Social partners agree way ahead for coal industry

A restructuring initiative for the Spanish coal industry has been agreed. Social partners and the Government of Spain have released details of the Coal Industry Framework 2013–2018 which outlines the plan for an ‘ordered closure’ of uncompetitive mines over the next five years. The agreement sets out measures designed to alleviate the social consequences of the closures and to encourage other activities in regions with economies that are largely dependent on coal-mining.

Background

Spain’s coal industry employs 4,894 workers. Of these, 3,407 work directly for 15 extractive coal companies and a further 1,487 are employed through subcontracting companies.

Four distinct regions have economies that are largely dependent on coal mining: around the town of Teruel in Aragón in eastern Spain; around León and Palencia in Castilla y León, northwest Spain; Puertollano in Castilla-La Mancha, in central Spain; and the eastern towns of Cuenca del Caudal and Cuenca del Nalón in Asturias.

Need to restructure

Over the last decade, various EU institutions and agencies have been encouraging Member States to restructure their coal industries. Council Regulation (EC) No 1407/2002 (131 KB PDF) was issued on 23 July 2002, supporting a minimum level of coal production to maintain a certain level of an indigenous primary energy source, while also encouraging restructuring to improve competitiveness and to encourage investment in renewable energy sources.

On 10 December 2010, a Council Decision (730 KB PDF) dealt with state aid to ease the closure of uncompetitive coal mines. It allowed Member States to subsidise production losses only up to 2018, after which uncompetitive coal mines will have to close. Competitive coal mines will be able to continue operating but they will have to repay any state aid received.

Acting on this, the Government of Spain has spent 18 months negotiating with the sectoral social partners to plan the ‘ordered closure’ of uncompetitive mines, create an alternative economic plan for the affected regions and alleviate the social consequences of the restructuring process. They finally agreed a framework in September 2013, published as the Coal Industry Framework 2013–2018 (in Spanish, 1.65 MB PDF).

Content of the Coal Industry Framework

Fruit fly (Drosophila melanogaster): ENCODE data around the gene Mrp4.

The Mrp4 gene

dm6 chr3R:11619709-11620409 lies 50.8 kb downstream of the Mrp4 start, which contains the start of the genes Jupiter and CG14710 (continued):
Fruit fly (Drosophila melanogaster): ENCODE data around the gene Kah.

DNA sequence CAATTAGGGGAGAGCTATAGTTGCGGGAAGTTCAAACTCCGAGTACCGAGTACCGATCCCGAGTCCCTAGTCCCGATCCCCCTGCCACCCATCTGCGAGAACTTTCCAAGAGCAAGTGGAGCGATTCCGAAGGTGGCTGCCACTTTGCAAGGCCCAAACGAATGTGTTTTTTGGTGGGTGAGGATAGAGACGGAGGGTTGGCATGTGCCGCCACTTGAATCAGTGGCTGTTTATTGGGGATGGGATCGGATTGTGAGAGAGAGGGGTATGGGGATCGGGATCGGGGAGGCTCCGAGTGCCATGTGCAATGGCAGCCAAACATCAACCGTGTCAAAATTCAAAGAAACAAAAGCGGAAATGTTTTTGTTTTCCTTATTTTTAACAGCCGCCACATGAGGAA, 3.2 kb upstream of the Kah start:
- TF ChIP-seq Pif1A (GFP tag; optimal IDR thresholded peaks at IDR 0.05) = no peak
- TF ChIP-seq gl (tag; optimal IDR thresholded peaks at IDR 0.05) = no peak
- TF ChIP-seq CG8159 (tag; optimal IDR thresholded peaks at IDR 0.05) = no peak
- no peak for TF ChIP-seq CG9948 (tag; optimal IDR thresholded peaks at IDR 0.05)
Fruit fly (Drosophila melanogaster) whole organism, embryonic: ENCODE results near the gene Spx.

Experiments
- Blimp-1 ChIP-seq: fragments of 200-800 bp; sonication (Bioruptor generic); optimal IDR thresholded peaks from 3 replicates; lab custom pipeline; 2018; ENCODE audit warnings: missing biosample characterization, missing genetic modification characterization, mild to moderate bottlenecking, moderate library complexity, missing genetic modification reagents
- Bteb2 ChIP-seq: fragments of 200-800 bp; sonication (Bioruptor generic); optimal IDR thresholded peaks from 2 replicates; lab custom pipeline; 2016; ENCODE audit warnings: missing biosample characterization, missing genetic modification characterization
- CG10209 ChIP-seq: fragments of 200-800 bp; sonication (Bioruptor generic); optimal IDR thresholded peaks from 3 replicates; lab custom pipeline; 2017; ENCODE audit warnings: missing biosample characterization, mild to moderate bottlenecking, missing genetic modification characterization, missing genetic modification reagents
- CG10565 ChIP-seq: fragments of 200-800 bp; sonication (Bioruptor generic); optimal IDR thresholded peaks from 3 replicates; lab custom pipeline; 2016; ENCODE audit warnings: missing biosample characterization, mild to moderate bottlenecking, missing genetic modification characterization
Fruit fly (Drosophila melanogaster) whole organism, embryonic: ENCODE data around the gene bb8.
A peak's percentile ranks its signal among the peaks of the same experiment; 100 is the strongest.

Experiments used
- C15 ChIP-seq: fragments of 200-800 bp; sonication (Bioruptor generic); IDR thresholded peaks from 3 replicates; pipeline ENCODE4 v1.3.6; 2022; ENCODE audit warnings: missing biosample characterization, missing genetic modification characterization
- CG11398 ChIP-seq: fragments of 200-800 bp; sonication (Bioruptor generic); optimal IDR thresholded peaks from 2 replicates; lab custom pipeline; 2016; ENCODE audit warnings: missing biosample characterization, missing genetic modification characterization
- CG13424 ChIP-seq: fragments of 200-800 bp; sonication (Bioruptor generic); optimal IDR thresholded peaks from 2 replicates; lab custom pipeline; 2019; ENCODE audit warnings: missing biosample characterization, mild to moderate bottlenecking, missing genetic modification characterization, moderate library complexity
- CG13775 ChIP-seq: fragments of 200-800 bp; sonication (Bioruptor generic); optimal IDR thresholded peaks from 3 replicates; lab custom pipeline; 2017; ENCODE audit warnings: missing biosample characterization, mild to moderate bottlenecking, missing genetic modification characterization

Under the new framework, it is expected that between 2013 and 2018, the workforce in the coal mining sector will be cut by 15%. To alleviate the social consequences of the dismissals, the Coal Industry Framework 2013–2018 provides incentives for people to take voluntary redundancy. Workers who opt for the voluntary redundancy package will receive a lump sum of €10,000 in addition to 35 days’ pay for every year worked, up to a maximum of 30 months’ pay.

Workers over the age of 53 qualify for early retirement plans that will pay 70% of their current gross wage until they qualify for the state pension. There is also some funding for extra training and outplacement of redundant workers.

Two funds are to be set up to foster an alternative economic plan for the coal regions. The first, worth €250 million, will help pay for renewing infrastructure in the affected areas; the second, of €150 million, will promote entrepreneurship projects.

Finally, the plan guarantees that coal will still provide 7.5% of Spain’s electricity generation.

The government is now developing the legislative framework for the initiative.

Social partners’ view

A number of social partners have signed the Coal Industry Framework.

On the employee side, the deal was signed by the General Workers’ Union (UGT), the Trade Union Confederation of Workers’ Commissions (CCOO) and the Workers’ Trade Unionist Confederation (USO).

Generally, the unions are satisfied with the content of the agreement. CCOO, in a statement (in Spanish) on its website, says that the plan improves the situation of the sector’s workers and will save the coal mining regions. UGT says in a press release (in Spanish) that the agreement has been made possible by the efforts of the regional governments in the coal mining areas, the political parties, and especially by industrial action taken by mine workers. USO says the agreement will provide stability to the sector and to the coal regions.

On the employer side, it has been signed by CARBUNIÓN, and in a press statement (in Spanish) on its website the organisation says that the final framework ‘is not the plan that [they] would like to have signed’. The employers’ group is unhappy that state aid will be reduced by 20% each year in the run-up to 2018, saying that the loss of government subsidies will increase uncertainty and the viability of coal mining companies, and damage their ability to remain competitive beyond 2018.

Pablo Sanz de Miguel, NOTUS

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